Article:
The joke that you loved but no one else did?
It must have been in 2005, I watched Henning Wehn (he’s German, that’s important) do the following joke to a room that reacted like the world’s strictest library.
He looked at the room and said, “As a German, whenever I meet a Jewish person I’m always struck with a great sense of shame. And a great sense of failure.”
Utter silence. Except me, I was doubled over. Come on. Morals aside, that is a SUPERB joke. Curiously, the next time he did it, it got a round of applause. The time after that, silence again. Those three reactions taught me a lot about comedy and crowds.
The joke that worked but you are not so proud that it had?
I was doing a gig at a business school in Copenhagen and there was a mixture of students from various countries there. There were a group of American students at the front who had snuck out in the interval and scoffed some vodka (one of them told me this later) and so they, and particularly the guy in the Pink Floyd t-shirt, were smashed. This guy was young, drunk and brazen. Too young to control himself while drunk. Too drunk to know not to yell out. And too brazen to stop himself trying to climb up on stage to hit me when I made a few good jokes about him being young and drunk.
Anyway, he was so drunk that he couldn’t climb the stairs, and ended up staggering backwards. So I quipped, “It’s ironic that the guy in the Pink Floyd t-shirt is being thwarted by the wall” or something like that. I think maybe 40% of the 20 year olds in the room got the reference, but those that did loved it. After the gig, the way I’d dealt with him was all anyone wanted to talk about, and yes, I did do a good job of judo flipping his stupidity into humour. But really, he was just a young, drunk boy a long way from home and I wish I hadn’t had to do that.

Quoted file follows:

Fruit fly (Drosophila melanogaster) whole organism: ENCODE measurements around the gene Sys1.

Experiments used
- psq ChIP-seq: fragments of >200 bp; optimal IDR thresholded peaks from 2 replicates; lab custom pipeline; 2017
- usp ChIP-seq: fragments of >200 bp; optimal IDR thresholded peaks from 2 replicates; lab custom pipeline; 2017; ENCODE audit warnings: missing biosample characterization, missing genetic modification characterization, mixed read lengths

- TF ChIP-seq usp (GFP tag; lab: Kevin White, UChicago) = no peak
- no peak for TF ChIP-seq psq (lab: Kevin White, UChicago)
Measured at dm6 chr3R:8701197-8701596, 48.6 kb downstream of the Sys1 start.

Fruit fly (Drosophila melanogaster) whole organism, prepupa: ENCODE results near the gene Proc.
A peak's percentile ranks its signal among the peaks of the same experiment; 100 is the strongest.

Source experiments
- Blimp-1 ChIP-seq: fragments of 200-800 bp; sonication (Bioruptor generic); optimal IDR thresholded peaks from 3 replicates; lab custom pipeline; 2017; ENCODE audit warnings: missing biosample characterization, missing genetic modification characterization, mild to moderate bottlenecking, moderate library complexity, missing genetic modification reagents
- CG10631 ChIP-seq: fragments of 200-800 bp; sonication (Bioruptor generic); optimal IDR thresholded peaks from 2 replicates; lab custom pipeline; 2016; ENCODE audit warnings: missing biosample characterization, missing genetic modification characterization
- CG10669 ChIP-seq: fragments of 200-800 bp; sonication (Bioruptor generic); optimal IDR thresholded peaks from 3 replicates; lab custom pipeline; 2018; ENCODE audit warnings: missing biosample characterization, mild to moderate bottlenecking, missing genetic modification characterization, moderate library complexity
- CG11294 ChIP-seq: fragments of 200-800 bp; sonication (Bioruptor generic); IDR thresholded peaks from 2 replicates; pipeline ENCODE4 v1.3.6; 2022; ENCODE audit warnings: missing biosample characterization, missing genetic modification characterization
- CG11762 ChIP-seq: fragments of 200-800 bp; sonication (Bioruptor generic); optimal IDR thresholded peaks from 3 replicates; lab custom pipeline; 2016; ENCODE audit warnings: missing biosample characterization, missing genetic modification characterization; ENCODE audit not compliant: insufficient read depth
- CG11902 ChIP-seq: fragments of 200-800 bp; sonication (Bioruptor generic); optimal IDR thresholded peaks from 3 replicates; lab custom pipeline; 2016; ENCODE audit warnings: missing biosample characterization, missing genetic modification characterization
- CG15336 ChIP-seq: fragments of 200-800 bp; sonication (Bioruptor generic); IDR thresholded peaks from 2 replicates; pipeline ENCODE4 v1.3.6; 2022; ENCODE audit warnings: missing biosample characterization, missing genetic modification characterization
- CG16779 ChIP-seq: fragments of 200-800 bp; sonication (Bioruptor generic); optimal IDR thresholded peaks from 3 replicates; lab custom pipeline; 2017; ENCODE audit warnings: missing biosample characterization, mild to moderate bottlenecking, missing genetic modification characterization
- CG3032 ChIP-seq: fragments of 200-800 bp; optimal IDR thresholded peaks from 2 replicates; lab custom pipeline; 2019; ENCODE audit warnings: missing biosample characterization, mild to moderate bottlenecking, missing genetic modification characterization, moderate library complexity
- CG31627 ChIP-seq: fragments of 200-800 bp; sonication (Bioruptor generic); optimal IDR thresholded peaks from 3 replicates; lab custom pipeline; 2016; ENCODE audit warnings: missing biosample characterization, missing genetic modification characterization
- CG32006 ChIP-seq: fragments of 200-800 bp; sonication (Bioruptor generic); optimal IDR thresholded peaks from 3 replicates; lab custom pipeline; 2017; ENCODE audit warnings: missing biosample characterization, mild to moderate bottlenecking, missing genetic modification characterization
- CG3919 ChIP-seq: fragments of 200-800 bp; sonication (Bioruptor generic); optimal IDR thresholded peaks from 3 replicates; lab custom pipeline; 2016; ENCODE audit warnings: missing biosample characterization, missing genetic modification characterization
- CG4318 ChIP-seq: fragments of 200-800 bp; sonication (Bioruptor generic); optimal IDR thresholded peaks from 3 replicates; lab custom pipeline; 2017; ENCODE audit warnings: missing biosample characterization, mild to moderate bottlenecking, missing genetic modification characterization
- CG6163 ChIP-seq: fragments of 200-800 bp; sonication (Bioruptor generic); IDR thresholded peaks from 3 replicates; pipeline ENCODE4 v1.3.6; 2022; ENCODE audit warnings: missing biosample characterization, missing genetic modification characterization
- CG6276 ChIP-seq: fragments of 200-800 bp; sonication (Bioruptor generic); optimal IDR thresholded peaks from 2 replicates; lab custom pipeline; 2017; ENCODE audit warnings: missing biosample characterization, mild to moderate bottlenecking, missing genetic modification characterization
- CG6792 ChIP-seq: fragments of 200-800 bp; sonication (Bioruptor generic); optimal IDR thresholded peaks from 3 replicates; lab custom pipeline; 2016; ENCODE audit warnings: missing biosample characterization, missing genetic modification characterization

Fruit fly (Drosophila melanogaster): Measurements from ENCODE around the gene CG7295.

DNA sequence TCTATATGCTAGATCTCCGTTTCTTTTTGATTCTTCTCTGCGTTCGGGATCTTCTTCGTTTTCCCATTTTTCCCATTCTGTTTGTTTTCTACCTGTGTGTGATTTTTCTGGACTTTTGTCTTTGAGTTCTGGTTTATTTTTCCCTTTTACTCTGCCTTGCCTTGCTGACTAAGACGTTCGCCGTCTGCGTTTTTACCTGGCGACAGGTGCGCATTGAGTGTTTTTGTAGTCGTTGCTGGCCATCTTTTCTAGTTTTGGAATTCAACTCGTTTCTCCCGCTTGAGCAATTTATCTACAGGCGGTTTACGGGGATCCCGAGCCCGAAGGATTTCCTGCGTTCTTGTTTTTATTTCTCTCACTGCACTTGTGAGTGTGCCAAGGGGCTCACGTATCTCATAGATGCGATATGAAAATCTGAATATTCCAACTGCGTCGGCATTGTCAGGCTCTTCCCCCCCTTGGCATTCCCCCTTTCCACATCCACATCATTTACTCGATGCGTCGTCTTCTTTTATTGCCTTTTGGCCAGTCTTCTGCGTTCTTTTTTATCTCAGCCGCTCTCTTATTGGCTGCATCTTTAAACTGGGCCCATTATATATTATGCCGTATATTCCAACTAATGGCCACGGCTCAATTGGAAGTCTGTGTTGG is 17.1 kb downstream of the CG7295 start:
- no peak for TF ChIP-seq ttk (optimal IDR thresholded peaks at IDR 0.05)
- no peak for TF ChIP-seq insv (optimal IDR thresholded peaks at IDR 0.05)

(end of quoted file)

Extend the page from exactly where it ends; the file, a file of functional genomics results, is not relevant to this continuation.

The comedian(s) that made you want to be a comedian?
I used to watch the stand up bits that framed Seinfeld episodes with a mixture of awe, curiosity and inspiration. Such seemingly simple observations but when you leaned in you saw the sheer ridiculousness that underpins so many of our human rituals and opinions. I saw Seinfeld live in Melbourne in 1997 while I was doing a sketch comedy revue at university and decided at that point that I wanted to be a comedian.
The last thing that made you cry with laughter?
This is going to sound ridiculous. My cousin and I both like South Park. No, scratch that. We LOVE South Park. Like most people who like a thing far more than anything should reasonably be liked, we quote it incessantly.
There’s an episode where Cartman brags to the other guys that he’s the first to get pubes but it turns out that he misunderstood what “getting pubes” meant and he’d purchased the pubes off Scott Tenorman, a teenager. Anyway, the boys go to the cinema and he tries to buy cinema tickets with pubes. We hadn’t thought of it in a few years, and when we were buying something, my cousin asked the shopkeeper “And how much is that in pubes?” That, and the follow up jokes are the last time I cried with laughter.
See, I told you it was ridiculous.
Yianni Agisilaou: Pockets of Equality